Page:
Today’s guest post is by Val Erde, an extraordinary artist who lives in Wales and shares her work at Art By Val Erde. Val is an experienced blogger and recently went through my posts at A Daily Life and left a number of comments, clarifying or showing better ways of doing things (thanks Val!).
Val has an archive of tips she’s provided to newbie bloggers at Blogging Help For Newbies. The below post was a response she gave a reader who had recently lost a post she’d spent considerable time drafting. Val graciously rewrote it to share here:
Saving Your Draft in WordPress
When you’re typing a post for your WordPress.com blog the last thing you want is for something to suddenly undo all your good work, such as your internet connection going down, a sudden power cut or even pressing the wrong key on your keyboard by mistake! Thankfully there are a few things you can do to prevent that happening.
First, WordPress has an auto-save function that starts working after you have saved your draft manually for the first time. To get it to start working, type just a word or even one character (Often, I just type an ‘x’) – which you can delete afterwards if you want – and then click the ‘save draft’ button. Wait for the draft to save (the screen should refresh itself completely: if it doesn’t then it hasn’t saved) then continue typing your post as usual. Click ‘save draft’ regularly and often and don’t rely on the auto-save as that, too, can occasionally malfunction and not work!
Another thing you can do – though this won’t save your work should you get a power cut – is to use the ‘copy and paste’ function of your browser/computer. In the same way that you would copy a word or words (put your cursor at the start of a word or sentence, click and drag it to the end of the word or sentence, release mouse button and then click ‘copy’) to paste into the same or another document file in a program such as Word or Notepad, you can do this on the content of your blog post and then should you lose your internet connection the copy will be stored on your computer’s own clipboard ready to paste into the post editor again. However, to make sure that the post editor formats your content properly, you should only copy from and paste to the HTML editor. To do that, look above and to the right of where you’re typing your post in the post editor. You’ll see two tabs there, marked ‘Visual’ and ‘HTML’. The ‘HTML’ tab is the one you want to click to see the code.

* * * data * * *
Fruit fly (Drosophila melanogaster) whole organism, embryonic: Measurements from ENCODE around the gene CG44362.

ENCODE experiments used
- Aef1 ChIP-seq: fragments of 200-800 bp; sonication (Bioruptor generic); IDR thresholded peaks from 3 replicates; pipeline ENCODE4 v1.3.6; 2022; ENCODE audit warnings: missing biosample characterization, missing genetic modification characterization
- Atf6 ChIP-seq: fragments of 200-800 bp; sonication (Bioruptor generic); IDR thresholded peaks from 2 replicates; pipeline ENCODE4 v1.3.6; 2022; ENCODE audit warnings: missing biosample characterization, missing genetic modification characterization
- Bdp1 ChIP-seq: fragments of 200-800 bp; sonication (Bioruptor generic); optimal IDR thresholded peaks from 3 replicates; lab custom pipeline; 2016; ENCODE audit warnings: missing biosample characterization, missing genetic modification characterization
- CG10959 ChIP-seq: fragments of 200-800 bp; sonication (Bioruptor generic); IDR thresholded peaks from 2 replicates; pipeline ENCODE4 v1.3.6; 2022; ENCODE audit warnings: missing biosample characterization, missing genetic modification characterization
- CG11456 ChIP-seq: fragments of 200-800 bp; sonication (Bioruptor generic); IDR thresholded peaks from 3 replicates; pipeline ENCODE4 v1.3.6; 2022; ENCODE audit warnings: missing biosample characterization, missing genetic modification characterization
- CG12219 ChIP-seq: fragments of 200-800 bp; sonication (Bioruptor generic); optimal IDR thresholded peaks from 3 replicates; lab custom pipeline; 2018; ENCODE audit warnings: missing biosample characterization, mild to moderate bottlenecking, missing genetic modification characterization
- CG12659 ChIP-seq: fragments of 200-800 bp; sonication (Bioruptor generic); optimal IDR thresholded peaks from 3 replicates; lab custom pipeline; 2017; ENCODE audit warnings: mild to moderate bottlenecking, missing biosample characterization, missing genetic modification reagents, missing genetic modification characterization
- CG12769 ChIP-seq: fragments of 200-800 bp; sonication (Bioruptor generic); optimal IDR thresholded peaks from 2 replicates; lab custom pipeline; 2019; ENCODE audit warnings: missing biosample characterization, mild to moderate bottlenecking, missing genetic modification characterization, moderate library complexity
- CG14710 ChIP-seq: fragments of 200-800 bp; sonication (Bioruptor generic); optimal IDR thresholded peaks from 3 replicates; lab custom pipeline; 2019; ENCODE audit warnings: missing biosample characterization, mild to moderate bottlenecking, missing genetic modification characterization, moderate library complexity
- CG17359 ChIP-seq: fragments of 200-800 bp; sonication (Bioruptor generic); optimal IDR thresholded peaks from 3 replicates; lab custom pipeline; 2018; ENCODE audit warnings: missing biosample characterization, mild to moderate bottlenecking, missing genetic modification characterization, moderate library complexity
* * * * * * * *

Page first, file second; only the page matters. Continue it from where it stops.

So, from time to time, after typing some of your post (don’t ever wait til you’ve typed it all), click the ‘HTML’ tab and copy all of what you have there – from beginning to end (or – another tip – it’s often more helpful copying from the end to the beginning in case you miss a bit of code) to your computer’s clipboard. Keep doing that along the way (I’d suggest after every paragraph if they’re short, or at least after every ten or twenty lines if they aren’t). Providing all works click the HTML tab and copy into it the whole of what you’d copied. (Click and drag over all the text that’s there and then when you paste it will replace it all with what you have copied).
The reason for using the HTML editor is so that if you’ve put images in, or have bolded or italicized text, you won’t have to redo any of it, it’ll all still be there. If you normally use the Visual editor, just click that tab to continue using it.
Another thing you can do is to compose the content of your post in an offline editor, such as Windows Live Writer. WordPress.com support has info about it here:
Or do your whole post in Word or Notepad and copy and paste it in to your post editor in your blog when you’ve finished. However, you need to know a couple of things about using those. One is that you can’t copy the content of Word documents directly into the WordPress post editor (either from scratch or as an edit) and have it look the the same as it did in Word. A friend of mine – Timethief – explains this better than I can, so have a look at her post ‘WORD and WordPress’:
The other thing is that if you’re using Notepad, before pasting from that into your post editor in WordPress, you should click ‘Format’ that’s at the top of the Notepad window and make sure WordWrap is unchecked. Then click on ‘Edit’ (still in Notepad) and click on ‘Select All’. That will select all the text that’s there. Then copy and paste that into your WordPress editor.
By the way, there is one other reason why it is better to work on your posts in ‘Draft’ rather than clicking the ‘Publish’ button: whenever you click the ‘Publish’ button, it republishes your post, and anyone who uses a feed reader will see each version – including the parts you don’t want anyone to see, in their feed.
Don’t know what a feed is, or a feed reader? This video explains it simply. Have your speakers on as there are verbal explanations too: